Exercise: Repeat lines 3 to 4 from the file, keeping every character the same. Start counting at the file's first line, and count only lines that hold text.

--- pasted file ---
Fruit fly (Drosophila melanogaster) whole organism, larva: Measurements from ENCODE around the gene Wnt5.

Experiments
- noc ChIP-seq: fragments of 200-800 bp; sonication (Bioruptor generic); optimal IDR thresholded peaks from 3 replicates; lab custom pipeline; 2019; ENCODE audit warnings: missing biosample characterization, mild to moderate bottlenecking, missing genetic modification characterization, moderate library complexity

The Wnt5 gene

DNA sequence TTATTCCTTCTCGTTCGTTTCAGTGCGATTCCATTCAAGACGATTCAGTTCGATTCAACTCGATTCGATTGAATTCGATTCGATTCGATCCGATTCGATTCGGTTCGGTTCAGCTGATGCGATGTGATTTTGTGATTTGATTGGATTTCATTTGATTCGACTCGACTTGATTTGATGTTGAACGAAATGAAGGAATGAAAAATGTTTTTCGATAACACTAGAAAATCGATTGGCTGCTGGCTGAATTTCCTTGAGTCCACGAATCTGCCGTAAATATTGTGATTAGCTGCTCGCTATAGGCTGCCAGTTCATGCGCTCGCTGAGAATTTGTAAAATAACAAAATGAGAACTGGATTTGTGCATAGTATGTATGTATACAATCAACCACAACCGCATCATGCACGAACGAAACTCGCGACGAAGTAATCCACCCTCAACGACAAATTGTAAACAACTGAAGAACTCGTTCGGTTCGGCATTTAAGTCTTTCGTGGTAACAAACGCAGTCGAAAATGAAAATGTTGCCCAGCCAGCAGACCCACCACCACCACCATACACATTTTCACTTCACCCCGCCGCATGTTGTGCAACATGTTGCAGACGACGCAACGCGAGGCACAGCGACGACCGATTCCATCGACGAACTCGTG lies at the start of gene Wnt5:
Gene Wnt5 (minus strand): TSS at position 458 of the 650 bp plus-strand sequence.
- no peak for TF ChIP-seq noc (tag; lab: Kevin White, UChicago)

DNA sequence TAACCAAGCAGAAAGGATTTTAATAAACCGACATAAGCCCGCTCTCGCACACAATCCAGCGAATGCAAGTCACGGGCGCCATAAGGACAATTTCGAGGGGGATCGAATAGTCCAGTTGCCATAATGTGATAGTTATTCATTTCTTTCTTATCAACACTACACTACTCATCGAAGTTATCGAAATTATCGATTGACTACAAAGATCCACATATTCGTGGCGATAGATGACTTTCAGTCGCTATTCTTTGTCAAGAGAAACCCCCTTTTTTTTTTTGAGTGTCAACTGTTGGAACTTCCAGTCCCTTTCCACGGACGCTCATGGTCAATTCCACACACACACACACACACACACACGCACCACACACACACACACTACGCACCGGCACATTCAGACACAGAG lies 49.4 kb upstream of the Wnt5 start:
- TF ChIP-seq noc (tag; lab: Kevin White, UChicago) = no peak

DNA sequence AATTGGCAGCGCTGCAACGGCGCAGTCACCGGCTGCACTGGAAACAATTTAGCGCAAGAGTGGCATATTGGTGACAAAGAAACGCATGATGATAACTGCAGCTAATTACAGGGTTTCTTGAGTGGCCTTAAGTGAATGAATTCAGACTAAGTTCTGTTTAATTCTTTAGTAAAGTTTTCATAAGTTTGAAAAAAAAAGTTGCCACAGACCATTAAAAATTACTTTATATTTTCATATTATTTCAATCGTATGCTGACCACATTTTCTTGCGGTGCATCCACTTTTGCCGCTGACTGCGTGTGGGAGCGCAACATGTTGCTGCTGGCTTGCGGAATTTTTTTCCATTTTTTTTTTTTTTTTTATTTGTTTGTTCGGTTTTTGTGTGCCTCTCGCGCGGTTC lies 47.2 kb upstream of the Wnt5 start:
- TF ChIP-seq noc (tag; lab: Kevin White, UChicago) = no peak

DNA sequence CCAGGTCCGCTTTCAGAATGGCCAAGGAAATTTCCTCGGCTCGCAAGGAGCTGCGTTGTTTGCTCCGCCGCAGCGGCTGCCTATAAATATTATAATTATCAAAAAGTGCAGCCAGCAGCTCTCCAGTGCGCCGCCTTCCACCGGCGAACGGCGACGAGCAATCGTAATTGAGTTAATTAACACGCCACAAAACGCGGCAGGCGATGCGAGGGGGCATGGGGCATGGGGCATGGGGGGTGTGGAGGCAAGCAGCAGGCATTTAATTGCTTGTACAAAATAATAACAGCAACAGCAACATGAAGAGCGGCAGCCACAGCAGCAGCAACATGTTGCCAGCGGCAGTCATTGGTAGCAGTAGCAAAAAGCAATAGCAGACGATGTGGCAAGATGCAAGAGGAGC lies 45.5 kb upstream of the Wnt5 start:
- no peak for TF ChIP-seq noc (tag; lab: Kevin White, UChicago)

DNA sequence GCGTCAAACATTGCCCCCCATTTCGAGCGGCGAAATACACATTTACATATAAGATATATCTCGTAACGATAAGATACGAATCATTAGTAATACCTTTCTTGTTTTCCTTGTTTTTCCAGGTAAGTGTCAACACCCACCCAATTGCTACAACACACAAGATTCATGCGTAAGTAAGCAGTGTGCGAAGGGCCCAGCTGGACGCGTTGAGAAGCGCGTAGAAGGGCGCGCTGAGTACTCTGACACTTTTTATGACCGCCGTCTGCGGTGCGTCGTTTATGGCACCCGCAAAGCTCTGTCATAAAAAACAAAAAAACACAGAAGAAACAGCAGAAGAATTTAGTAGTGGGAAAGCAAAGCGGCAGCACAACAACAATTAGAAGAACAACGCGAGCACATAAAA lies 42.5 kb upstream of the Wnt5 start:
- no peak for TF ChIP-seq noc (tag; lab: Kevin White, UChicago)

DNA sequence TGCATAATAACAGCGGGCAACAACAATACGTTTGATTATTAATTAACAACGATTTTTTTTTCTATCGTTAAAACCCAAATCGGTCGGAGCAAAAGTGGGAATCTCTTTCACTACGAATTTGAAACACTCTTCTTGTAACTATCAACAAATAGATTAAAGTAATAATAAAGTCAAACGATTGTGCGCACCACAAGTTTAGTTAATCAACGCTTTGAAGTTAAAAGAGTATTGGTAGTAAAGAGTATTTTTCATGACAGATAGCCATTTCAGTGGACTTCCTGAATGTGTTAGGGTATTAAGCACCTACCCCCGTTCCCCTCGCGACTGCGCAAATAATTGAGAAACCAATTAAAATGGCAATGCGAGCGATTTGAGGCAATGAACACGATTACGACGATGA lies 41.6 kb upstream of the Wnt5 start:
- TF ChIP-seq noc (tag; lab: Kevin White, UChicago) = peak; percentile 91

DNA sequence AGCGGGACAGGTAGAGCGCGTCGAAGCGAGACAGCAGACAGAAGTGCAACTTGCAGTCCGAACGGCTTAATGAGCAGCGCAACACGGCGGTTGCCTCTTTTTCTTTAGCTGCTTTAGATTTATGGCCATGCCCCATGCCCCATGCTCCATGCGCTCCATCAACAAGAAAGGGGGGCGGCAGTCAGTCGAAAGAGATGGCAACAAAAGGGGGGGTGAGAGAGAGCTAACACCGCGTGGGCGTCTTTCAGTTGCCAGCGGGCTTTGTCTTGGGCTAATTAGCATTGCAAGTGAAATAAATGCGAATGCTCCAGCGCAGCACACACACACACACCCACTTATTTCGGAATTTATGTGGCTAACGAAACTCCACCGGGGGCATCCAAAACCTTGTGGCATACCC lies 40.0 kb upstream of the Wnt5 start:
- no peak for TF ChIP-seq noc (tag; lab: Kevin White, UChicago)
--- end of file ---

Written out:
- noc ChIP-seq: fragments of 200-800 bp; sonication (Bioruptor generic); optimal IDR thresholded peaks from 3 replicates; lab custom pipeline; 2019; ENCODE audit warnings: missing biosample characterization, mild to moderate bottlenecking, missing genetic modification characterization, moderate library complexity

The Wnt5 gene